The local galvano-magnetic resistance variation is greatest in the center portion of field plate 1 where the semiconductor is widest (the local base resistance, i.e. resistance at zero magnetic field is small). At the narrower ends of field plate 1, the magnetic resistance variation is smaller and the semiconductor is considerably narrower (large local base resistance). By an appropriate configuring of the shape of field plate 1 in the rotary resistor arrangement of FIG. 1 in accordance with the principles of the invention, a substantially exact linearization may be achieved between the angle of rotation and the resistance of plate 1.
Plate 1 may suitably be rotatably mounted on structure 6 by a member which is pivotally affixed to structure 6 at axis 8 and which is attached to a stop member 16 extending from the inner circumference of plate 1. Member 15 may suitably be affixed to stopmember 16 by screws 17 and bolt 18 is used to affix member 15 to magnetic structure 6.
FIG. 2 shows another embodiment of a field plate of the present invention. In this embodiment, the field plate comprises two sickle-shaped segments 10 and 11 substantially concentrically disposed and integrally connected at one set of respective ends thereof to provide a sickle U-shaped configuration, electrical contacts 12 and 13 being provided at the unjoined ends of segments 10 and llrespectively'. It is to be realized that more substantially concentrically disposed segments may be provided. Thus, a segment could be included concentrically disposed with segment 10 and joined thereto at its end adjacent the end at which contact 12 is located to provide a plurality of reciprocally occurring U sickle-shaped sections. The anisotropies 14 in the two-segment plate of FIG. 2 may be chosen to be parallel strips of a material having a good electrical conductivity as compared to the conductivity of the semiconductor material of the plate, rather than the needle shaped inclusions 2 as shown in the embodiment of FIG. 1. However, in place of strips 14, the needle shaped inclusions 2 of FIG. 1 may, of course, be used in the embodiment shown in FIG. 2. As shown in FIG. 2, strips 14 are also arranged in parallel spaced relationship and radially disposed on the field plate. Strips 14 may suitably comprise a good conductivity material such as silver, copper, indium, etc.
FIG. 3 is an embodiment comprising a plate 20 in Which the semiconductor layer 21 comprises a plurality of concentrically disposed sickle-shaped sections, adjacent pairs of these sections being formed at their ends to provide a series of reciprocally occurring sickle U-shaped sections. Layer 21 contains as anisotropic inclusions therein, radially disposed spaced needles.
The semiconductor materials which are well suited for the production of the galvano-magnetic field plates constructed according to the invention for use in a rotary resistor arrangement may be A B materials formed fromthe elements of groups III and V of the periodic table of elements, indium antimonide and indium arsenide being particularly suited for this purpose. The directionally located inclusions in the semiconductor material may suitably consist of metals such as silver, copper, indium, etc., or a good conducting second phase of the semiconductor base material which is suitable for crystallization in needle or strip form. Examples of such base semiconductor material-second phase combinations are nickel antimonide in indium antimonide, chromium arsenide in indium arsenide, and gallium cobalt in gallium arsenide.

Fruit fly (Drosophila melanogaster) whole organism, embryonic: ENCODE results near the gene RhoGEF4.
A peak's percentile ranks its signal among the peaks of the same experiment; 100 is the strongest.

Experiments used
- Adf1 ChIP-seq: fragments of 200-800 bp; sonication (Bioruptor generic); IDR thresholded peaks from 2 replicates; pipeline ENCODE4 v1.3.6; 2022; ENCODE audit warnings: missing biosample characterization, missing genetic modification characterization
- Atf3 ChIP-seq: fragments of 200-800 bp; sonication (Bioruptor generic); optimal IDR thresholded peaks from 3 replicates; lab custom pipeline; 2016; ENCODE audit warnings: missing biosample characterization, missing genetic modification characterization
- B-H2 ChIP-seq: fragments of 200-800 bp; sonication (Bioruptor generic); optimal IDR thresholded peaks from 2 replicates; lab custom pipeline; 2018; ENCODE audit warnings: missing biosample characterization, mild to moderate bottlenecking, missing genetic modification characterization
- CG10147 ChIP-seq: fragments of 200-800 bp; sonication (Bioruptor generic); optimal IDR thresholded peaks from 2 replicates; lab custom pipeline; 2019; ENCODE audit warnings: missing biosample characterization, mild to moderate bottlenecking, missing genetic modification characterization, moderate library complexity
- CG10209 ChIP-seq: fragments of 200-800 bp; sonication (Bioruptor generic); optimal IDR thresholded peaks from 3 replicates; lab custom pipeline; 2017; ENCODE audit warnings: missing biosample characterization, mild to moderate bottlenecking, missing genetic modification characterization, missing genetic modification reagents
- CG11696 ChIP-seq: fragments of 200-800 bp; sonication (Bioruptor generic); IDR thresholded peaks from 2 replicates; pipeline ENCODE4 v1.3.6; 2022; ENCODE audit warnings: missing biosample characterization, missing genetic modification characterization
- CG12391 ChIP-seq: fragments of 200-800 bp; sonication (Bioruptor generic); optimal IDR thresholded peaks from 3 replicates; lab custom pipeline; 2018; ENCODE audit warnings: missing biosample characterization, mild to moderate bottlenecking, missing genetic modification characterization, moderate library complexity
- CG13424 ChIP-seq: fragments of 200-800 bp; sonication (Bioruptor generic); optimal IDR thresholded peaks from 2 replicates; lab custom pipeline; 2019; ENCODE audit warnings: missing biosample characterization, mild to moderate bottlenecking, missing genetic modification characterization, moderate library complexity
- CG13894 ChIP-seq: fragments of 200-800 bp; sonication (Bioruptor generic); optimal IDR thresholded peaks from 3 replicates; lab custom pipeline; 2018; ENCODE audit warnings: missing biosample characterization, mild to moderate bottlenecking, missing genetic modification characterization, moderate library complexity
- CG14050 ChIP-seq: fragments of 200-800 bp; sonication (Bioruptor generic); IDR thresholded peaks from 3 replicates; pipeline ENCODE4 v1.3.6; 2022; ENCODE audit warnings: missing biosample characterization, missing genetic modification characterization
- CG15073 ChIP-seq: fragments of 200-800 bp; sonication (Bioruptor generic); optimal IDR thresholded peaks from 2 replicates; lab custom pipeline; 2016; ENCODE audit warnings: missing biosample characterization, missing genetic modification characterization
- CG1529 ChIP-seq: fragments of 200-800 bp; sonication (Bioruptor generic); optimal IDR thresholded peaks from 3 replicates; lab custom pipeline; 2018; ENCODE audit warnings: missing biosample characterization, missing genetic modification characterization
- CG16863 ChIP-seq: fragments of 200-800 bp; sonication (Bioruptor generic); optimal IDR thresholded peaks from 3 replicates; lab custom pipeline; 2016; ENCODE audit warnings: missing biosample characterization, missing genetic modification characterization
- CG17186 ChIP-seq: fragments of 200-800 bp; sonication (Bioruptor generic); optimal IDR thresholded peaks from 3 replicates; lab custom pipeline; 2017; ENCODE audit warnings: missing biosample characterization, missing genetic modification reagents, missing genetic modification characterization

It will be obvious to those skilled in the art upon studying this disclosure that rotary resistor arrangements employing galvano-magnetic semiconductor field plates according to my invention permit of a great variety of modifications and hence can be given embodiments other than those particularly illustrated and described herein without departing from the essential features of my invention and within the scope of the claims annexed hereto.
1. A rotary resistor arrangement comprising a galvanomagnetic semiconductor field plate of flat sickle-shaped configuration comprising semiconductor material having a surface of substantially planar configuration and electrical contacts on the respective ends of said field plate, parallel spaced anisotropies of good electrical conductivity relative to the conductivity of said semiconductor material, said anisotropies being positioned in the surface of said field plate parallel to the plane of said surface and substantially perpendicular to at least the principal portion of a current path between the electrical contacts of said field plate essentially taken by current supplied to said field plate, a magnet having arcuate segmentshaped pole shoes defining an air gap therebetween for receiving said field plate therein, said field plate and said magnet being arranged to be rotatable about a common geometric axis of rotation and being mutually rotatable with respect to each other with said field plate being positioned in the air gap of said magnet whereby the resistance of said field plate varies substantially linearly with the angle of rotation.
2. A rotary resistor arrangement as defined in claim 1, wherein said field plate comprises a plurality of sickleshaped segments arranged substantially concentrically, the ends of said segments being alternately joined to provide a series of reciprocally occurring U-sickle-shaped sections.
6 3. A rotary resistor as defined anisotropies are needle-shaped.
4. A rotary resistor as defined anisotropies are strip-shaped.
in claim 2, wherein said in claim 2, wherein said References Cited UNITED STATES PATENTS RICHARD M. WOOD, Primary Examiner. W. D. BROOKS, Assistant Examiner.